Historical and Commemorative
Collection of Benjamin Weiss
Bensheimer, Johann: Bensheimer was a German medallist, designer and engraver from Breslau, who worked primarily between 1685 and 1693, although Forrer states that the medal struck about 1666 of the Empress Margaret Theresa was likely engraved by him as well.
Bucheim, Johann: Johann Bucheim (1624-1683) was a German coin engraver and medallist. He worked in Breslau for Bishop Karl Ferdinand and for John George of Saxony, among others.
Dadler, Sebastian: Sebastian Dadler (1586-1657) is one of the foremost medallists of the seventeenth century. He was born at Strasbourg in 1586, but resided at Augsburg (1619), and Dresden (1621-1630), and later at Nuremberg, Berlin and chiefly at Hamburg where he died in1657. (The Historical Museum at Dresden and the "Grune Gewolbe" have examples of his work and an important collection of his medals are housed in the Hamburg Museum.) At Augsburg, he held the post of first Goldsmith to the Imperial and Electoral Saxon Court, and there attained celebrity as a Medallist and Chaser in gold and silver. At Dresden he was appointed Medallist and Goldsmith to the Ducal Court of Saxony. While at Nuremberg Dadler is believed to have been employed by the Elector of Brandenburg. Because of his international renown, Dadler also worked for the House of Orange, the Court of Sweden and for many other princely houses of Europe. Several examples of medals made to commemorate events in these countries are shown below. In addition, Dadler engraved a large number of religious, marriage, baptismal, and death commemorative medals, some of which are also represented in this section. (Biographical information taken from Forrer).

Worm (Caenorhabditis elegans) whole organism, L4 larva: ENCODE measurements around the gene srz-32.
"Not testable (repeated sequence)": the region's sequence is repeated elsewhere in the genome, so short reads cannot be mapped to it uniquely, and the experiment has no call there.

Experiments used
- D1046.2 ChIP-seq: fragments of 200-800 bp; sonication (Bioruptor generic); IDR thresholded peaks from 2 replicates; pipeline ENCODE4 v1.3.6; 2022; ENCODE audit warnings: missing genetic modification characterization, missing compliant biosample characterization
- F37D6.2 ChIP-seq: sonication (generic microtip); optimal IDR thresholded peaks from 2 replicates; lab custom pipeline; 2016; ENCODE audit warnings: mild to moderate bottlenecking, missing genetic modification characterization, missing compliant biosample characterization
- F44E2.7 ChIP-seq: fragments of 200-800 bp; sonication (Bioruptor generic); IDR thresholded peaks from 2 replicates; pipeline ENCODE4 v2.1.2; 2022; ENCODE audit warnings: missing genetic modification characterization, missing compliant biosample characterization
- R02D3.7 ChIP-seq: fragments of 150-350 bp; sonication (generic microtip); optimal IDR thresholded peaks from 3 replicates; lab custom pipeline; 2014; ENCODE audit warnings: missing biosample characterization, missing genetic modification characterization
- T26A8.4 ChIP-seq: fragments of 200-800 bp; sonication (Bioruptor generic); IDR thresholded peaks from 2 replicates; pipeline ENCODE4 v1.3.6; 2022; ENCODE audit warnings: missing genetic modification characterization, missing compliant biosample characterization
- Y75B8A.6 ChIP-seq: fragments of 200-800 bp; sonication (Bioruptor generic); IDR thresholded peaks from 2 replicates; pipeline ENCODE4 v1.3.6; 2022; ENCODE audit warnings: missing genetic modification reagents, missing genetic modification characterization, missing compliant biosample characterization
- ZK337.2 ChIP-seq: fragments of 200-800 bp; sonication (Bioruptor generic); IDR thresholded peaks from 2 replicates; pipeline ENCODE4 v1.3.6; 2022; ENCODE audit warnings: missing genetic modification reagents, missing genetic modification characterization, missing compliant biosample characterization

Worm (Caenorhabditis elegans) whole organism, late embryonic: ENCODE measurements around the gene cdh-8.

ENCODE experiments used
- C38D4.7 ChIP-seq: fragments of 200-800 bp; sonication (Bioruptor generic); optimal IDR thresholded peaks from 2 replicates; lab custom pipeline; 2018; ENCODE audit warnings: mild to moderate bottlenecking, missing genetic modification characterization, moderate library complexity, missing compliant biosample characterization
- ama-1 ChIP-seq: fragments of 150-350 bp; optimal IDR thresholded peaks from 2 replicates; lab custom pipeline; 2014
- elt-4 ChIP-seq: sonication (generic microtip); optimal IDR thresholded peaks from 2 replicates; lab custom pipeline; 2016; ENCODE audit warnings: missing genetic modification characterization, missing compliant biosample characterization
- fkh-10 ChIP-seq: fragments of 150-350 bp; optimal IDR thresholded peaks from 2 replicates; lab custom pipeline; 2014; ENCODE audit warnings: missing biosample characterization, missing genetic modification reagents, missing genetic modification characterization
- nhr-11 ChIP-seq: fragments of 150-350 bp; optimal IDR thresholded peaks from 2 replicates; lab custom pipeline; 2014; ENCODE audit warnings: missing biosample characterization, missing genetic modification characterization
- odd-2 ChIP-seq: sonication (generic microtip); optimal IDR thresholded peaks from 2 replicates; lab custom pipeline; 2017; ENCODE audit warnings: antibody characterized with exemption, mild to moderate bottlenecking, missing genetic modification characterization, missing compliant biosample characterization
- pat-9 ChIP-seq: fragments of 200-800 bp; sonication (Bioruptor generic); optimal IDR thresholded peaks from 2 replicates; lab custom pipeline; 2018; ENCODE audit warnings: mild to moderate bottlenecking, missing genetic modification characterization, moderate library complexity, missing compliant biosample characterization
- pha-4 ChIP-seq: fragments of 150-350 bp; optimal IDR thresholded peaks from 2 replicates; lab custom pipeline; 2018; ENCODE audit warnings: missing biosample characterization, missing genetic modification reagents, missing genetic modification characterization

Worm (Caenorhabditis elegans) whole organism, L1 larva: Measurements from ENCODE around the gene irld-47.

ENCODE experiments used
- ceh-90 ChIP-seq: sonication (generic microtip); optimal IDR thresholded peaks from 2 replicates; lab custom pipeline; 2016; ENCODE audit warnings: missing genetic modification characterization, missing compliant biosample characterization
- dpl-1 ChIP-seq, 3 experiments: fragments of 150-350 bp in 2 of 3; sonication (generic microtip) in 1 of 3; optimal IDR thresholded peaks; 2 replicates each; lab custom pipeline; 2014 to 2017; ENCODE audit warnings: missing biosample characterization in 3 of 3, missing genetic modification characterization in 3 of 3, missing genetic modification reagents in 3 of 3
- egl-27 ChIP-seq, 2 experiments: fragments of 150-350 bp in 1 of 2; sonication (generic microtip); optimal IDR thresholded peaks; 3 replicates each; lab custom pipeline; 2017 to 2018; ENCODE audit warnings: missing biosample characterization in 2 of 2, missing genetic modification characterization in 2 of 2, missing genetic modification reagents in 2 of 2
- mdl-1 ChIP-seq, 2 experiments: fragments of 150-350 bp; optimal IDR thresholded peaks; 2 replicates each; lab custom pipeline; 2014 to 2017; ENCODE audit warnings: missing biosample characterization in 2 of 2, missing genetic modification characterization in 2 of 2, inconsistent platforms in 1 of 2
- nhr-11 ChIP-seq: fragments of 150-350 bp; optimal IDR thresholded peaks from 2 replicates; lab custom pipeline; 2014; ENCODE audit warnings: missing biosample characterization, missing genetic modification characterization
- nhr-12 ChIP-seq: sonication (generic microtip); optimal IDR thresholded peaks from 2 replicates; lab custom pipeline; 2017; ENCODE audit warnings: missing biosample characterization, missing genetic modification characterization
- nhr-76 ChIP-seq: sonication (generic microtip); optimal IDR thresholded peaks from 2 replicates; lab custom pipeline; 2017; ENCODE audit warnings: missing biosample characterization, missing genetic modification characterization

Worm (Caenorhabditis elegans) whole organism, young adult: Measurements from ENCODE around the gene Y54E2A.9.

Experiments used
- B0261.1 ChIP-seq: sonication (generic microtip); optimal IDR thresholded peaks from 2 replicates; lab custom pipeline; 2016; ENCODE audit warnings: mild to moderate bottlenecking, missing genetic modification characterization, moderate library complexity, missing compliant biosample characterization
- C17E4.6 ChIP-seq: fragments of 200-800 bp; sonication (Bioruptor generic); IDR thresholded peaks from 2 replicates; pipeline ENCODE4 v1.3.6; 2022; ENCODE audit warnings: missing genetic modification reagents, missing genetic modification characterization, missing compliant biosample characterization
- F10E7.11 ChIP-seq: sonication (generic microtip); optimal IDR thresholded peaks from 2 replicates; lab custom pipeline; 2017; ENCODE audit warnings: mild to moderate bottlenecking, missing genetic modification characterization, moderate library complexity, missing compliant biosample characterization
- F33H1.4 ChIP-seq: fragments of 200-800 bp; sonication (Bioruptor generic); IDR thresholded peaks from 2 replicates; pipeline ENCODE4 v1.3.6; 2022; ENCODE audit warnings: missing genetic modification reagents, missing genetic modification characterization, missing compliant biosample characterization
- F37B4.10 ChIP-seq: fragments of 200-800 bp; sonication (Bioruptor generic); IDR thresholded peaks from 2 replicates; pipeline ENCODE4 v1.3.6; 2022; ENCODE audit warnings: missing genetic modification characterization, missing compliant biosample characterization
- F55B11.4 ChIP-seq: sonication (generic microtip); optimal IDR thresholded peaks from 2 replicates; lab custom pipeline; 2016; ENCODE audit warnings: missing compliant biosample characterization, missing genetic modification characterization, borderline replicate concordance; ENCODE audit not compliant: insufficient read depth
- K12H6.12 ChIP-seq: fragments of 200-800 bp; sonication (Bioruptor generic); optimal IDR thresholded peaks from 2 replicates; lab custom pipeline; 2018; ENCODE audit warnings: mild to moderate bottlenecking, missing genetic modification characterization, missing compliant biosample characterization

Hautsch, Georg: Georg Hautsch was a medallist of the end of the seventeenth century and beginning of the eighteenth. He worked at Nuremberg, his native city from 1683 to 1712, then settled in Vienna, where he continued the art of medal engraving.
Höhn, Johann: Johann Höhn was a medallist of the second half of the seventeenth century. He lived and worked at Danzig (Gdansk), Poland, from about 1637 to 1693, for the Mint of Danzig, the Electoral Court of Brandenburg, and for various foreign courts. He died in 1693. He is included in this section because some of Dadler’s medals appear to have been done in conjunction with Höhn.
Küchler, Conrad Heinrich: Conrad Heinrich Küchler was a medallist and coin engraver of the last quarter of the eighteenth century and early part of the nineteenth. He was a native of Flanders and appears to have worked first in Germany, then in France, and came over to England about 1790, where he was employed by Boulton at the Soho Mint, Birmingham. Because of his international reputation, he engraved medal dies for several countries, including England, France, Sweden and Germany, examples of which are included in this web site.